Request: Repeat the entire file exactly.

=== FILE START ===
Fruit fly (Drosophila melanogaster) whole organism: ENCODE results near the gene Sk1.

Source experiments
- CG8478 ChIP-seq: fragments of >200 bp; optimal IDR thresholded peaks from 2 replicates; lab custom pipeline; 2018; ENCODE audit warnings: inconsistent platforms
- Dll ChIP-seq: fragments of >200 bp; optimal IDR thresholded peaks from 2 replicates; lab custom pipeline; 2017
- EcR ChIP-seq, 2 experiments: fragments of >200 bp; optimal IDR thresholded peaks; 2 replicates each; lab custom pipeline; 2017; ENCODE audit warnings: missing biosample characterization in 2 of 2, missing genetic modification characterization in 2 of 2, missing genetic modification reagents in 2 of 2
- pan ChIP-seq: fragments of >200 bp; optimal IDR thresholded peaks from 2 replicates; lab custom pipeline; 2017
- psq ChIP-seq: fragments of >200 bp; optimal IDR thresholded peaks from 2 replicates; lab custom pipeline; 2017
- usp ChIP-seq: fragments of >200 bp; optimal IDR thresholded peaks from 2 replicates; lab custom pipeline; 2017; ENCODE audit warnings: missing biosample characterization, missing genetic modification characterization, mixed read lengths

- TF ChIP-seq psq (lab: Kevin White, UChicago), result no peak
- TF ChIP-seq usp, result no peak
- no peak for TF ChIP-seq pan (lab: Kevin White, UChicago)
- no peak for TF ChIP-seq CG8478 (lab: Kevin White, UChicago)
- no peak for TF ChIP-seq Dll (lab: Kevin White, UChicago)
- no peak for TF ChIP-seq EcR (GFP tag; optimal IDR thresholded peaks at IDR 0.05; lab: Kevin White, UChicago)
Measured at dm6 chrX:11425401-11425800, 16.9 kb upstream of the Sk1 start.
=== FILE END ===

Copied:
Fruit fly (Drosophila melanogaster) whole organism: ENCODE results near the gene Sk1.

Source experiments
- CG8478 ChIP-seq: fragments of >200 bp; optimal IDR thresholded peaks from 2 replicates; lab custom pipeline; 2018; ENCODE audit warnings: inconsistent platforms
- Dll ChIP-seq: fragments of >200 bp; optimal IDR thresholded peaks from 2 replicates; lab custom pipeline; 2017
- EcR ChIP-seq, 2 experiments: fragments of >200 bp; optimal IDR thresholded peaks; 2 replicates each; lab custom pipeline; 2017; ENCODE audit warnings: missing biosample characterization in 2 of 2, missing genetic modification characterization in 2 of 2, missing genetic modification reagents in 2 of 2
- pan ChIP-seq: fragments of >200 bp; optimal IDR thresholded peaks from 2 replicates; lab custom pipeline; 2017
- psq ChIP-seq: fragments of >200 bp; optimal IDR thresholded peaks from 2 replicates; lab custom pipeline; 2017
- usp ChIP-seq: fragments of >200 bp; optimal IDR thresholded peaks from 2 replicates; lab custom pipeline; 2017; ENCODE audit warnings: missing biosample characterization, missing genetic modification characterization, mixed read lengths

- TF ChIP-seq psq (lab: Kevin White, UChicago), result no peak
- TF ChIP-seq usp, result no peak
- no peak for TF ChIP-seq pan (lab: Kevin White, UChicago)
- no peak for TF ChIP-seq CG8478 (lab: Kevin White, UChicago)
- no peak for TF ChIP-seq Dll (lab: Kevin White, UChicago)
- no peak for TF ChIP-seq EcR (GFP tag; optimal IDR thresholded peaks at IDR 0.05; lab: Kevin White, UChicago)
Measured at dm6 chrX:11425401-11425800, 16.9 kb upstream of the Sk1 start.